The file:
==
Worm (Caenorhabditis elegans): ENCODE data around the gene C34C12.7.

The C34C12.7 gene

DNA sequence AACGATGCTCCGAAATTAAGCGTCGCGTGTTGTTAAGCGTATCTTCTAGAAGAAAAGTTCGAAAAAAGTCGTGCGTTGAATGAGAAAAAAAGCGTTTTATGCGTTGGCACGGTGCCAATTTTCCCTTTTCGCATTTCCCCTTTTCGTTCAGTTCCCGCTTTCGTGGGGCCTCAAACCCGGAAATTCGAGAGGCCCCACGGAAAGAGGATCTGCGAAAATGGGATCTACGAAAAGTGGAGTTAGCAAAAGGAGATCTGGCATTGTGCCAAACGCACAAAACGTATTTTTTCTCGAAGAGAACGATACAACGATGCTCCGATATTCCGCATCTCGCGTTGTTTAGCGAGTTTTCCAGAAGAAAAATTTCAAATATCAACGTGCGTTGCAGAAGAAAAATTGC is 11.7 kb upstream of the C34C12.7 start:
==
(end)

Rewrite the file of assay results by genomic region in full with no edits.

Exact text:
Worm (Caenorhabditis elegans): ENCODE data around the gene C34C12.7.

The C34C12.7 gene

DNA sequence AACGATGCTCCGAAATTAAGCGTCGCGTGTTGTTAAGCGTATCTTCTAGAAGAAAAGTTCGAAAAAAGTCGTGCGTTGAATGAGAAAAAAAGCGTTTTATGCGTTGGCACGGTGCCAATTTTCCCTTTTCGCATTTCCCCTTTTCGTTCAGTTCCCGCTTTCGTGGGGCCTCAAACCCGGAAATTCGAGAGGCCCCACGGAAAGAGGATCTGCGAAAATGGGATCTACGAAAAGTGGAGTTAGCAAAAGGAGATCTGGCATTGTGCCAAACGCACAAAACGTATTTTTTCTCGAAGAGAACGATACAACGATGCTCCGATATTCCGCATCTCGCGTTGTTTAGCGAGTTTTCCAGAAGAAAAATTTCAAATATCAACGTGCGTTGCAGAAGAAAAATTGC is 11.7 kb upstream of the C34C12.7 start: